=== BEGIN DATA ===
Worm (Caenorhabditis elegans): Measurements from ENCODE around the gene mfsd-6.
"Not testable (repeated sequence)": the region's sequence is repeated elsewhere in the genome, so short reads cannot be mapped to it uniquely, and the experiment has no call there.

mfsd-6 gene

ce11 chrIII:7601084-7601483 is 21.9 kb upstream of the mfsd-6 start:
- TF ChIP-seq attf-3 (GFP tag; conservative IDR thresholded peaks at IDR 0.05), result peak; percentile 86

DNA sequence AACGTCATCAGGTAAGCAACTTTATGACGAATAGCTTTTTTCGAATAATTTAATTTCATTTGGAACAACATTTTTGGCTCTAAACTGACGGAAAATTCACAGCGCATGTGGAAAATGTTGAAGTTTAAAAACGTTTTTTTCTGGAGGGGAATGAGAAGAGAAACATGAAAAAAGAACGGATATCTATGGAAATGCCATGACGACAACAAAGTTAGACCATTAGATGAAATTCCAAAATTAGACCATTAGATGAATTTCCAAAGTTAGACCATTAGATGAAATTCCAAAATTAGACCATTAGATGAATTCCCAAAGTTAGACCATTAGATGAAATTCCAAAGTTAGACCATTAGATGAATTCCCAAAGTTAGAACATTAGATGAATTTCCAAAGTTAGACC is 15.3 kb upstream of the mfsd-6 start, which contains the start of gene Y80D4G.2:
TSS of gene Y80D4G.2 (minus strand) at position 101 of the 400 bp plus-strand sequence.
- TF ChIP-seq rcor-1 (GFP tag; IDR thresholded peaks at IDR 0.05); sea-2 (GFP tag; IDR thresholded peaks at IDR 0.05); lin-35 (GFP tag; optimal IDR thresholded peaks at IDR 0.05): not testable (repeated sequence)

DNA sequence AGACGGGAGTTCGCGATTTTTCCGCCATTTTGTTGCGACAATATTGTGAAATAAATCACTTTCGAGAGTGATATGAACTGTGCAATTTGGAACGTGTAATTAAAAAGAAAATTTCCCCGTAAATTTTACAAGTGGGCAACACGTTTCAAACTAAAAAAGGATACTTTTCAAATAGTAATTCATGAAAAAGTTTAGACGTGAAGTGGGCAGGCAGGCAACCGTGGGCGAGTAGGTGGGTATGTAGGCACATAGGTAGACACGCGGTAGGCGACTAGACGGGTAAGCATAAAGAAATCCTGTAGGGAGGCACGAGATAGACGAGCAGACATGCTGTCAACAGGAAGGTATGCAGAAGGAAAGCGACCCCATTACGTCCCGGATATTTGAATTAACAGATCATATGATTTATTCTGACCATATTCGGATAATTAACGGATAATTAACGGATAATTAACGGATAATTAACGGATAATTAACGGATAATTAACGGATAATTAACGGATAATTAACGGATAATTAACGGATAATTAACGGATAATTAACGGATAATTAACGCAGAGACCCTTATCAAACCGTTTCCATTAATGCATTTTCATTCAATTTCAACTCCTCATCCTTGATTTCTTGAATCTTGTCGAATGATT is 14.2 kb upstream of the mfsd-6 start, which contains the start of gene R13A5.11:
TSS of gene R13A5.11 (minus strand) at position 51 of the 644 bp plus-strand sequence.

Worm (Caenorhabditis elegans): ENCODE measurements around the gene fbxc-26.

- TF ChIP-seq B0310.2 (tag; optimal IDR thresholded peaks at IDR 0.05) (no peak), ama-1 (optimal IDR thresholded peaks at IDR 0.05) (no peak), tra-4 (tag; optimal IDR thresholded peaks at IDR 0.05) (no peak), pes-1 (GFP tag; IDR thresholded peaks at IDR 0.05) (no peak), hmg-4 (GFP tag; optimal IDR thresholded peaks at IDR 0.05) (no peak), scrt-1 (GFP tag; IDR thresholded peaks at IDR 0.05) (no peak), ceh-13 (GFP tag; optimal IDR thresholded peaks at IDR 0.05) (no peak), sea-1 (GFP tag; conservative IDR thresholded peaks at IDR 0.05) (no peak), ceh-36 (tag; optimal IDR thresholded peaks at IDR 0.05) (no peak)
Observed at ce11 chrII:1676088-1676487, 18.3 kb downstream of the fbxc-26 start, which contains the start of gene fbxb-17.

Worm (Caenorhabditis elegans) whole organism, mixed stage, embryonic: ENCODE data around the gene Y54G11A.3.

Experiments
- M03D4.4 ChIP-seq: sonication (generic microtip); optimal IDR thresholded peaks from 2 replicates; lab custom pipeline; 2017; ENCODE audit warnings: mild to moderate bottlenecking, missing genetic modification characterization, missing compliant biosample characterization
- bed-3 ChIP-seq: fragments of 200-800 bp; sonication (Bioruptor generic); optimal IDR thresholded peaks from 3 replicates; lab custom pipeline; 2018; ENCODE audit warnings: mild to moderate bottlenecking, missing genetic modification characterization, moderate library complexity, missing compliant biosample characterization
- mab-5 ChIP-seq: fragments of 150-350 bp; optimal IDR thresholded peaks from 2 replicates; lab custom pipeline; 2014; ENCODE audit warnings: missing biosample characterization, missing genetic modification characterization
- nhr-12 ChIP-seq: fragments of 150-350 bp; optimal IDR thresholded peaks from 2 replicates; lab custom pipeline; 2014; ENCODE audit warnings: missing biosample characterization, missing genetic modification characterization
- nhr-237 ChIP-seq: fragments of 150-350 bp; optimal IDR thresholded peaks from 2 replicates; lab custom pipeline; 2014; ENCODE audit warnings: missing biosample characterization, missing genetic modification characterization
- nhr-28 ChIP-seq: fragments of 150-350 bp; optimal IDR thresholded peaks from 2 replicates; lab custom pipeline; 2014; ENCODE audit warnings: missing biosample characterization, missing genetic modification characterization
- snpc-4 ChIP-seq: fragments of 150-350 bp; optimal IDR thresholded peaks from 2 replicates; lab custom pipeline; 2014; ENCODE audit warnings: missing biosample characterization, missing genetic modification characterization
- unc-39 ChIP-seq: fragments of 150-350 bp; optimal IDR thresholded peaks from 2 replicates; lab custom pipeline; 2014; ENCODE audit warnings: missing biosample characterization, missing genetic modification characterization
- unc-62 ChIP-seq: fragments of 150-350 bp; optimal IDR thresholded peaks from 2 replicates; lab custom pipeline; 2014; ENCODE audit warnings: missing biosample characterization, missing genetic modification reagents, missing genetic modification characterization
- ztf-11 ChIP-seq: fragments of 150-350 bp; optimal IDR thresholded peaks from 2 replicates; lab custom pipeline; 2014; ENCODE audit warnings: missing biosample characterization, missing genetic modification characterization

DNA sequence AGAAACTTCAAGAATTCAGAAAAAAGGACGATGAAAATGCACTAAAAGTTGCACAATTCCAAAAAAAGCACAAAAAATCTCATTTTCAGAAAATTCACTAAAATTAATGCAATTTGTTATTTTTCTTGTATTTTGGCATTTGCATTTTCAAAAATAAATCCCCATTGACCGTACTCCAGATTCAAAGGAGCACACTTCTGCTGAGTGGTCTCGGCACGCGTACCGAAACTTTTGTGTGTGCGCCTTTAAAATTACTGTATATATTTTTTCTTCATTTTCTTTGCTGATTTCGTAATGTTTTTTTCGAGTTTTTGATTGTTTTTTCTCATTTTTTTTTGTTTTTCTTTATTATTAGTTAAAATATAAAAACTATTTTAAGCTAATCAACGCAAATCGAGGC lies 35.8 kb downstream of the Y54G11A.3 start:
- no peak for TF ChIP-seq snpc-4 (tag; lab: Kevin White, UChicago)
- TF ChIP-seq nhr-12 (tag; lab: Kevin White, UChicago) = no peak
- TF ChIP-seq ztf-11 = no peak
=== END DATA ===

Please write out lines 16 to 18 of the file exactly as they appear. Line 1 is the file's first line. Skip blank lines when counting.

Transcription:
- M03D4.4 ChIP-seq: sonication (generic microtip); optimal IDR thresholded peaks from 2 replicates; lab custom pipeline; 2017; ENCODE audit warnings: mild to moderate bottlenecking, missing genetic modification characterization, missing compliant biosample characterization
- bed-3 ChIP-seq: fragments of 200-800 bp; sonication (Bioruptor generic); optimal IDR thresholded peaks from 3 replicates; lab custom pipeline; 2018; ENCODE audit warnings: mild to moderate bottlenecking, missing genetic modification characterization, moderate library complexity, missing compliant biosample characterization
- mab-5 ChIP-seq: fragments of 150-350 bp; optimal IDR thresholded peaks from 2 replicates; lab custom pipeline; 2014; ENCODE audit warnings: missing biosample characterization, missing genetic modification characterization